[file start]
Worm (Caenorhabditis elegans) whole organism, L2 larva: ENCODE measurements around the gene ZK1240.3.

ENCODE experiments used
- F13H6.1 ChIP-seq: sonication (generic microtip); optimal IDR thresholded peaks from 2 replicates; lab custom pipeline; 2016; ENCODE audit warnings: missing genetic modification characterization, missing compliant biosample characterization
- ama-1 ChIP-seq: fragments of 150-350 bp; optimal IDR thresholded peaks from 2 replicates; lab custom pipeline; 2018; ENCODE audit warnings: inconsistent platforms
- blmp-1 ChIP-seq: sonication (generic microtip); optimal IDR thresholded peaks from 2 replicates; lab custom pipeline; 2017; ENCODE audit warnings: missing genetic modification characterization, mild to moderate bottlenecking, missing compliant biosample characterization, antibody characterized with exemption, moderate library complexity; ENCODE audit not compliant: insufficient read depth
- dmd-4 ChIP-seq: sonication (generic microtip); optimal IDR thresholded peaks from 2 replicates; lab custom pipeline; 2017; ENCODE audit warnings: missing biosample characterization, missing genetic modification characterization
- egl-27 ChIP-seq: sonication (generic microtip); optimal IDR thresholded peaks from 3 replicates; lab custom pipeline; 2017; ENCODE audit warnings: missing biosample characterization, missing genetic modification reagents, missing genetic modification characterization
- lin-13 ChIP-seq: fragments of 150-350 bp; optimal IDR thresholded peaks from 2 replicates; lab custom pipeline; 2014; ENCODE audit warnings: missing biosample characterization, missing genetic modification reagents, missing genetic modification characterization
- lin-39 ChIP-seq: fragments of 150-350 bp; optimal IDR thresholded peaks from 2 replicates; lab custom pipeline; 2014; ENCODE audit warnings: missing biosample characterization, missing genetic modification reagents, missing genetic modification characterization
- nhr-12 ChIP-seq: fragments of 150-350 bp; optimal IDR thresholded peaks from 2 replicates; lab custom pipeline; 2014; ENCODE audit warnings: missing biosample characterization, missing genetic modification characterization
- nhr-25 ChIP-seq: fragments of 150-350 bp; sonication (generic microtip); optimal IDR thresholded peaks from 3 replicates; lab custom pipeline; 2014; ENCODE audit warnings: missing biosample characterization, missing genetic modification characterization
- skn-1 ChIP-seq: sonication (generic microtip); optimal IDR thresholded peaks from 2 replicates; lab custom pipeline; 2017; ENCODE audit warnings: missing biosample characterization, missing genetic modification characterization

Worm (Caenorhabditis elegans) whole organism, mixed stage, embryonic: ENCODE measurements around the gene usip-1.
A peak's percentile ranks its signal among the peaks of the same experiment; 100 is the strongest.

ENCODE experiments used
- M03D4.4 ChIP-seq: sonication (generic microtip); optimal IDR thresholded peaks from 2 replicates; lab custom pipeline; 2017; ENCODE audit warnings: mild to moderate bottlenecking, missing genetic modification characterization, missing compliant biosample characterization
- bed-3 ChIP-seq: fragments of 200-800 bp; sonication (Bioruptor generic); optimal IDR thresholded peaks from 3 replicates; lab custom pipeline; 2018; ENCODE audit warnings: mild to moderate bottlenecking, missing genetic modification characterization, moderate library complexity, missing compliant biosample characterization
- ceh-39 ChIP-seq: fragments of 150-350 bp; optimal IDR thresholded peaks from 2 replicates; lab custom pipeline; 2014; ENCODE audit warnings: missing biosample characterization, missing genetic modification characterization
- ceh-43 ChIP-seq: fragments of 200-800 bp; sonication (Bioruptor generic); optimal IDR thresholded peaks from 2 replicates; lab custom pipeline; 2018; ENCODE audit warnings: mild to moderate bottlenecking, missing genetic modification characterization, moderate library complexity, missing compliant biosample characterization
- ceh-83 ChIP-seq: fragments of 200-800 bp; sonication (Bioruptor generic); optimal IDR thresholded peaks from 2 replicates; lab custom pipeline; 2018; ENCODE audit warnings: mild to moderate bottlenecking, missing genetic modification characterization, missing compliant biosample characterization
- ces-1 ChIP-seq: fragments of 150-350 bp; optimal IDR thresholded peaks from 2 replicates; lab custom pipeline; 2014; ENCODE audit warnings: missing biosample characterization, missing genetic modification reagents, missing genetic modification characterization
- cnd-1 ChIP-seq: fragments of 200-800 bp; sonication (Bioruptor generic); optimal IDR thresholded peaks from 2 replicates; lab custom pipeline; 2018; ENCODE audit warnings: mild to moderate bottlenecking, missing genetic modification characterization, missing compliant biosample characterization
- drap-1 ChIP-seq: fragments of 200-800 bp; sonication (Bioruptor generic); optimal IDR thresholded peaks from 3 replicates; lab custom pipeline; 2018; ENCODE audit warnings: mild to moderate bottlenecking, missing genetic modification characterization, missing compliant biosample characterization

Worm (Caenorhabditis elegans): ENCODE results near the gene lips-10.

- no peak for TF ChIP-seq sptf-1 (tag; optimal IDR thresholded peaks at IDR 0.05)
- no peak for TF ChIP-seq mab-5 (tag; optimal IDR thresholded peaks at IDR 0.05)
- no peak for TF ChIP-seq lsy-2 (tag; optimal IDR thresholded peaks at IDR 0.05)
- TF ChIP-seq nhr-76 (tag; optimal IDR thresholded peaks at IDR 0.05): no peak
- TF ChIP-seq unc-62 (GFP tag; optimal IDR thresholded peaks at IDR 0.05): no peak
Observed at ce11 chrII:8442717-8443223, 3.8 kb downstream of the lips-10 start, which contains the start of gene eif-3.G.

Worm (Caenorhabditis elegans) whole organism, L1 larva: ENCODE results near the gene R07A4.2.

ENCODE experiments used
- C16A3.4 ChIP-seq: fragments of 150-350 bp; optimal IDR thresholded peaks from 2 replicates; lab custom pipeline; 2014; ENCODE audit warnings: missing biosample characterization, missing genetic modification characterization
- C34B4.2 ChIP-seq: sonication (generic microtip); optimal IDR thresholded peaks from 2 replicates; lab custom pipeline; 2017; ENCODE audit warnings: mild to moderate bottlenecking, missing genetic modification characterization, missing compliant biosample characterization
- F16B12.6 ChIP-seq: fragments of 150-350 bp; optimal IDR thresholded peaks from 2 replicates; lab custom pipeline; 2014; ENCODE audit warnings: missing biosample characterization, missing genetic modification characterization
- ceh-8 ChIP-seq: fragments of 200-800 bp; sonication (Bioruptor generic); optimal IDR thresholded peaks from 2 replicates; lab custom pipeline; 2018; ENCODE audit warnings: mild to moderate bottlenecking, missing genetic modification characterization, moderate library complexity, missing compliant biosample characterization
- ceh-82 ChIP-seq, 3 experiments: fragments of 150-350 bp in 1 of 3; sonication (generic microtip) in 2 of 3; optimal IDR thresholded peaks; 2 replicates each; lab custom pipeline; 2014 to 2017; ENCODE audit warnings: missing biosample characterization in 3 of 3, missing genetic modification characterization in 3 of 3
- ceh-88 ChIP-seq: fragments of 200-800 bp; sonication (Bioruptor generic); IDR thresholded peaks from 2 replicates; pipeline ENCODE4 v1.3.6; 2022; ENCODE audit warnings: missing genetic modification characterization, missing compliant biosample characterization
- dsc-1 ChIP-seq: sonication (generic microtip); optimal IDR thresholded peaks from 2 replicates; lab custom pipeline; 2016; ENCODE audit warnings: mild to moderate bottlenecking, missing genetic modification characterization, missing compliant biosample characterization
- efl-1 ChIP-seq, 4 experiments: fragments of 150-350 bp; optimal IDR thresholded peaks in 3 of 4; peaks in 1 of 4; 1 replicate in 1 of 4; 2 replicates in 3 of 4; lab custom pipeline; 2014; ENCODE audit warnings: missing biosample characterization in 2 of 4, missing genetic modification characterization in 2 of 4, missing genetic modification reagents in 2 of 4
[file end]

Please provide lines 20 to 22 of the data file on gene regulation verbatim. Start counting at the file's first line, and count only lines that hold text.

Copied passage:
- ceh-83 ChIP-seq: fragments of 200-800 bp; sonication (Bioruptor generic); optimal IDR thresholded peaks from 2 replicates; lab custom pipeline; 2018; ENCODE audit warnings: mild to moderate bottlenecking, missing genetic modification characterization, missing compliant biosample characterization
- ces-1 ChIP-seq: fragments of 150-350 bp; optimal IDR thresholded peaks from 2 replicates; lab custom pipeline; 2014; ENCODE audit warnings: missing biosample characterization, missing genetic modification reagents, missing genetic modification characterization
- cnd-1 ChIP-seq: fragments of 200-800 bp; sonication (Bioruptor generic); optimal IDR thresholded peaks from 2 replicates; lab custom pipeline; 2018; ENCODE audit warnings: mild to moderate bottlenecking, missing genetic modification characterization, missing compliant biosample characterization